Environmental officials say a building that was once described as the worst asbestos hazard in the state has been largely cleaned up.

The former Forster Mill building on Depot Street was scheduled for an inspection by the Maine Department of Environmental Protection on Friday.

DEP spokeswoman Samantha Depoy-Warren said enforcement team members were jubilant after seeing photos of the cleanup site.

The man who owns the building and the contractor that created the safety hazard face fines from state and federal enforcement agencies.

Asbestos fibers are known to cause cancer when inhaled. The volume of the material, some of which had been ground into dust, led Bob Rickett of Abatement Professionals to call it the worst he had seen in 30 years of asbestos remediation.


NRC to inspect nuclear plant due to degrading concrete

The Nuclear Regulatory Commission plans to conduct inspections at Seabrook nuclear plant due to degrading concrete in some areas.

The NRC said Friday while the problem is still being evaluated, the plant can continue to operate safely.

The NRC said the concrete is degrading due to an alkali silica reaction, which can cause micro-cracks.

The single-reactor plant is operated by NextEra Energy Seabrook LLC.


Campus police arrest man for breaking student’s nose

University of New Hampshire police have arrested a Dover man in connection with an assault that left a 19-year-old student with a broken nose and cuts to his face and arm.

Police said they arrested 20-year-old Evan Towle on Friday on a charge of second-degree assault. Towle is not a UNH student.

Police said the confrontation happened on campus early Sunday in the Gales apartment complex. They said several men were fighting with the student and more arrests are expected.


Man recovering after falling 60 feet while climbing rocks

Firefighters say a man is recovering after he fell about 60 feet while climbing a rocky ledge in Barrington, N.H.

They said the injured man was climbing on the rocks with several friends at Stonehouse Pond. He fell about 6 p.m. Thursday.

The man was not identified. Authorities said he suffered injuries that were not life-threatening.


Fatal shooting of pit bull leads deputy to resign

A Bennington County Sheriff’s Department deputy has resigned following allegations that he fatally shot a neighbor’s dog.

Sheriff Chad Schmidt said Donald Loveland was placed on administrative leave last month pending an investigation. Schmidt said Loveland decided to resign last week.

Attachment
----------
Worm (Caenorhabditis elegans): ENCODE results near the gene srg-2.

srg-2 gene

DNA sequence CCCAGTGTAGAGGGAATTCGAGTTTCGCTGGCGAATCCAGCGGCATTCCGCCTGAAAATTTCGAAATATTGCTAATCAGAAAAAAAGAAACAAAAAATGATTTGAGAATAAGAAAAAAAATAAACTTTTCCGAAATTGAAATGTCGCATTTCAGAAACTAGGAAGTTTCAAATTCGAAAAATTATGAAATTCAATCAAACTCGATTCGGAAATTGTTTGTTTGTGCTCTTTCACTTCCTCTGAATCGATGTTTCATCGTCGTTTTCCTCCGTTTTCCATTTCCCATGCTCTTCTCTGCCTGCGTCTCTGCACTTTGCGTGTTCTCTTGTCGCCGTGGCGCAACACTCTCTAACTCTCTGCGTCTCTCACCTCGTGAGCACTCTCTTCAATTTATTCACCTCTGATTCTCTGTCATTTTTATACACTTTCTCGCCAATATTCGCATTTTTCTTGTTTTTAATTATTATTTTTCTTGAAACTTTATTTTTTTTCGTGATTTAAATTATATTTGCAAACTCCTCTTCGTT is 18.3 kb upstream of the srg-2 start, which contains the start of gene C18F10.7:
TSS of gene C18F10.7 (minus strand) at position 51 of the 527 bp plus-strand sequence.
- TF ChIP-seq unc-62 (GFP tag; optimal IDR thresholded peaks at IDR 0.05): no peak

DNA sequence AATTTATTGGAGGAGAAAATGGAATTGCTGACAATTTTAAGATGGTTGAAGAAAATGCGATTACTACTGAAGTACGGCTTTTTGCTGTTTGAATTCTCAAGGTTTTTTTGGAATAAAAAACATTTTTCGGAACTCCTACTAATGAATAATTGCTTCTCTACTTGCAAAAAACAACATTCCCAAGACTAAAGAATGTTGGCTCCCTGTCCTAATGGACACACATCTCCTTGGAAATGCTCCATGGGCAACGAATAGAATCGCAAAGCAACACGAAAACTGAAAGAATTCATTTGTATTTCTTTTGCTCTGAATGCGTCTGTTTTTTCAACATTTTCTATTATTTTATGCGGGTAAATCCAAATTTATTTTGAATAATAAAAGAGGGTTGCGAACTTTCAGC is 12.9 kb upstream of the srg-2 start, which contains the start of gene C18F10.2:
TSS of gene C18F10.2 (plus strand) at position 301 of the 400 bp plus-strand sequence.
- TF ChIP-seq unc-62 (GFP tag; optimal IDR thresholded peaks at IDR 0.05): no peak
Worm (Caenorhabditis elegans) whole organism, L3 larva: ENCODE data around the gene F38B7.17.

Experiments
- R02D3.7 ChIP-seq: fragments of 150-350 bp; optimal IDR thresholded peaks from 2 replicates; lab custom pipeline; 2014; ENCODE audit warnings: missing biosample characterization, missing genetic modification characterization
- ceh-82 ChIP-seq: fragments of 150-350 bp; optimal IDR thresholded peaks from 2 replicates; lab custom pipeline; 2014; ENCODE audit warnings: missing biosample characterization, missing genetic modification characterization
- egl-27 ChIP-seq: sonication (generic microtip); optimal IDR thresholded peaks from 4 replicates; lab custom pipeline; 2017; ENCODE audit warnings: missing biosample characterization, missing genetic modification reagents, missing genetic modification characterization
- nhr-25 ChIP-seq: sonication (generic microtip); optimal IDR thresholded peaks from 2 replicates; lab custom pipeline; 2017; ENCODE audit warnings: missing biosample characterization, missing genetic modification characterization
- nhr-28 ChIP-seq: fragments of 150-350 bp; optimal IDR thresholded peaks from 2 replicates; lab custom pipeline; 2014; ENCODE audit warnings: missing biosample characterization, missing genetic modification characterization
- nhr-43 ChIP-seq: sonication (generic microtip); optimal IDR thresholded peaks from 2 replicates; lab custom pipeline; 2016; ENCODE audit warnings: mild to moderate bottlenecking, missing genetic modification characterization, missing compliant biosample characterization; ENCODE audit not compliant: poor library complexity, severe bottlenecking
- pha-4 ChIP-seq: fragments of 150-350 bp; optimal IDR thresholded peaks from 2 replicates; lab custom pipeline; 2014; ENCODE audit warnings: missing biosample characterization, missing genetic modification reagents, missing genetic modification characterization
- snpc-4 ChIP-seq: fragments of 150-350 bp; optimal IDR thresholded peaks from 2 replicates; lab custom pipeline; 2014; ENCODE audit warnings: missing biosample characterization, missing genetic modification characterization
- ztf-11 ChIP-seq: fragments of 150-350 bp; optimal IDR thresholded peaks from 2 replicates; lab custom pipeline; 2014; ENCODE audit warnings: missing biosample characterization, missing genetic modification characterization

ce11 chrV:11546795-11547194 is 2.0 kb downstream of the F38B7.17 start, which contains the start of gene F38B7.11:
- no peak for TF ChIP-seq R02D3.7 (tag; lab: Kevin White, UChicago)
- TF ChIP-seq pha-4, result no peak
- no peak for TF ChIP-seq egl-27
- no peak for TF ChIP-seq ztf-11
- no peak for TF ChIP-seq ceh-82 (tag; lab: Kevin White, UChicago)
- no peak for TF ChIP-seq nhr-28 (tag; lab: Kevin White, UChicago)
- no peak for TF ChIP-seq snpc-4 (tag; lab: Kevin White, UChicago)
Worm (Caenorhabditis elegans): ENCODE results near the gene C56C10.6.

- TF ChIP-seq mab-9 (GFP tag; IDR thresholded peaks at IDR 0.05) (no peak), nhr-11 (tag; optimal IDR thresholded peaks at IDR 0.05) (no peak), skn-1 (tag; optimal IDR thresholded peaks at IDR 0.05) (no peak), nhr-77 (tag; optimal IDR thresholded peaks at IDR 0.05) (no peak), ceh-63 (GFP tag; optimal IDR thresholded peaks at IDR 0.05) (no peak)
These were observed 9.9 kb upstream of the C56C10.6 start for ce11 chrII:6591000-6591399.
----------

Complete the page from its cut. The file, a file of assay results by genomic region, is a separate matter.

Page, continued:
Melissa Kilbride told the Bennington Banner she was at a family gathering in Pownal on Aug. 26 when their pit bull slipped out of its collar and ran off.

Kilbride said two gunshots were heard a few minutes later and the dog did not return. She asked Loveland if he had seen the dog. She said Loveland told her the dog attacked his girlfriend’s dog and killed three chickens, so he shot at it but didn’t think he hit it.

The dead dog was found in the woods.


Search reveals nothing where skull was found

Vermont State Police say nothing of significance has been found in a renewed search of an area of Danby where a human skull was found last winter.

Police on Thursday renewed searching in an area where the skull was found in February, but say nothing of significance was located.

Meanwhile, police said an analysis by anthropologists at the University of North Texas indicates the skull was that of a female of Asian descent believed to have been between 21 and 40 when she died.


Great white sharks sighted, east-facing beaches closed

A popular Cape Cod beach has been closed for swimming after a great white shark estimated at 20 feet long was spotted leaving Chatham Harbor.

The shark was spotted and tagged on Thursday.

Niko Chaprales, captain of a shark hunting boat, told the Cape Cod Times he spotted six great whites off Chatham on Thursday, including the 20-footer he described as the biggest he’s seen.

In response, officials closed Lighthouse Beach in Chatham, as well as all east-facing ocean beaches along the Orleans/Chatham line, from Nauset Beach to Monomoy.


Irish tourist grabs a knife, demands cannoli, police say

A tourist from Ireland apparently couldn’t wait to get his hands on an Italian pastry in Boston.

Prosecutors say just hours after 25-year-old Robert McTernan landed in Boston for a two-week vacation, he entered a bakery in the North End, a largely Italian neighborhood. They say he grabbed a knife and demanded a cannoli from an employee.

The worker at Bova’s Bakery handed McTernan the pastry made from creamy ricotta cheese wrapped in a crunchy shell, then called police about 3:30 a.m. Thursday.

Officers found the Newbridge, Ireland, resident in the kitchen and arrested him on an armed robbery charge. Police could not find the knife.

McTernan pleaded not guilty at his arraignment. He was granted $2,000 bail and ordered to surrender his passport.